Literary vandalism and erasing communities | Sunday Observer

Literary vandalism and erasing communities

25 April, 2021

Burning the Books: A History of Knowledge Under Attack by Richard Ovenden, published by John Murray Press (2020) (£20)

The Digital Museum, which organises excellent discussions on a range of subjects in humanities, posted a new event scheduled to be held in January 2021. The theme of the talk, ‘Burning the Books’, intrigued me to listen. The talk was by Richard Ovenden, who is currently serving as the Chief Librarian at the Bodley’s, University of Oxford, and the book’s author. The book is about the significance of preserving knowledge and the importance of libraries and archives in doing so. It is a book about the destruction of libraries and archives and how these institutions have fought back. The book charts 3000 years of literal vandalism. The author navigates the reader through a journey from the ancient civilisation where clay tablets were preserved in Mesopotamian institutions to the modern-day digital age where the storing and distribution of knowledge has been commercialised. While the work is not directly related to the region, it refers to destroying books and libraries worldwide, which reminds me of the burning of the Jaffna library in 1981.

Today and throughout history, libraries and archives all around the world face multiple threats. On one hand, they are targets of groups, individuals, and the state in erasing the truth and eradicating specific aspects of the past. On the other hand, these institutes are challenged by underfunding due to the commercialisation of knowledge with new technologies, privatised storage, and transmitting the knowledge in digital form.

That chapter titled, ‘Cracked Clay under the Mounds’ starts with the famous story, Anabasis or Persian Expedition by ancient Greek general and a historian Xenophon. At the time Xenophon wrote this story, the Greek world had a vibrant book culture where libraries had played an important role. These ancient civilizations such as Egypt, Mycenae, Persia, Greece, and Rome had a strong writing culture that existed alongside oral communication. Imperial powers discovered this ancient knowledge and some of the earliest libraries in the 19th century. The chapter discusses how ancient civilisations understood the importance of accumulating and preserving knowledge by giving the example of libraries and archives of Mesopotamia, especially the library of Ashurbanipal.

The legendary library of Alexandria is the focus of the sec ond chapter, ‘A Pyre of Papyrus.’ The author describes the library, its sections, and why it had become one of the most outstanding achievements of the classical world. It was a place not only where knowledge was kept and stored, but also a place where scholars came to access that knowledge and had vibrant discussions. Questioning the popular narrative of its destruction, the author discusses the multiple stories revolving around the incident. He states, while it is true that the library was in flames at one point, there was a gradual process of neglect and growing ignorance that led to the final destruction of the library. Adding to the same argument, he makes a strong case about how papyrus (as texts at the time were mainly written on papyrus) can be naturally fragile and easily get decayed due to the humid weather.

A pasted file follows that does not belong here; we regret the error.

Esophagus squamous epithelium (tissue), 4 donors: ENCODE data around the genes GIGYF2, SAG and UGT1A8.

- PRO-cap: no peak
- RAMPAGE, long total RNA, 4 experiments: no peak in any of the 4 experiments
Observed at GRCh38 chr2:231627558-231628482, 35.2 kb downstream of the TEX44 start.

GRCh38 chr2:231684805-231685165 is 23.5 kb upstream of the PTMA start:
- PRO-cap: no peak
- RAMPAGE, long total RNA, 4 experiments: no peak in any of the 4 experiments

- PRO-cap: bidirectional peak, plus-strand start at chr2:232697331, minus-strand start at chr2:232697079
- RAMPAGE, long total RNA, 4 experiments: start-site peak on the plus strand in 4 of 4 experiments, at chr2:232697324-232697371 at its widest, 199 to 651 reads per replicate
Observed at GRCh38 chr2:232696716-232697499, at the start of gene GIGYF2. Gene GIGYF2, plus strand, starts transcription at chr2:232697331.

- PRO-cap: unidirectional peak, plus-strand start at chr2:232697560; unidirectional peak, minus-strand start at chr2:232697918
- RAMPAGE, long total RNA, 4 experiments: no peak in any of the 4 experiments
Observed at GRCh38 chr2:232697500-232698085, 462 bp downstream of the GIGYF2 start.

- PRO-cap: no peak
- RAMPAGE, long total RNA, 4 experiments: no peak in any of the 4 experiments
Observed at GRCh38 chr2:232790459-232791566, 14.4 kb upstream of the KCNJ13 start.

In August 1914, German troops entered the Louvain library in Belgium and set it on fire using petrol. It had over three hundred thousand volumes in its collection and a group of remarkable collections of international quality. The library was the heart of the Belgian cultural identity. It was an act of political outrage. The incident triggered global attention, and scholars accused Germans of deliberately targeting the intellectual heart of the Louvain University. The Germans however claimed that the library was set on fire due to Belgian resistance. The library was burnt again and bombed by German troops on May 16 1940, during the second world war, and the reconstructed building after the first destruction was primarily destroyed.

Books were always a central part of the Jewish religion and culture. Jewish people, as well as their books, were targets of the Nazi regime. As per available estimations, over 100 million books were destroyed during 12 years of Nazi dominance in Germany from 1933 to the second world war. Jewish books were publicly destroyed, confiscated, and subjected to deliberate acts of theft attempting to map and understand the Jewish culture that Nazis were aiming to eradicate.

The most organised book-burning occurred on 10th May 1933. It was a bonfire which was held on Unter den Linden, Berlin’s most important thoroughfare. Around 40 000 students marched to the center carrying books, and around the fire, young men were standing in rows giving the Heil Hitler salute. Hitler’s minister of propaganda delivered a rousing speech stating, ‘The future German man will not just be a man of books, but a man of character. It is to this end that we want to educate you … You do well to commit to the flames the evil spirit of the past’. Similar events occurred in ninety other locations across the country.

The burning of books cannot be resembled with any other form of destruction, as it destroys the memory and identity of any community. The burning of the Jaffna library on 31st May 1981 had similar consequences. While Richard Ovenden’s book does not refer to the burning of the Jaffna library as a case, the book gives a strong departing point to reread the unfortunate events in the Jaffna peninsula as signs of a looming civil war that emerged later and lasted for several decades.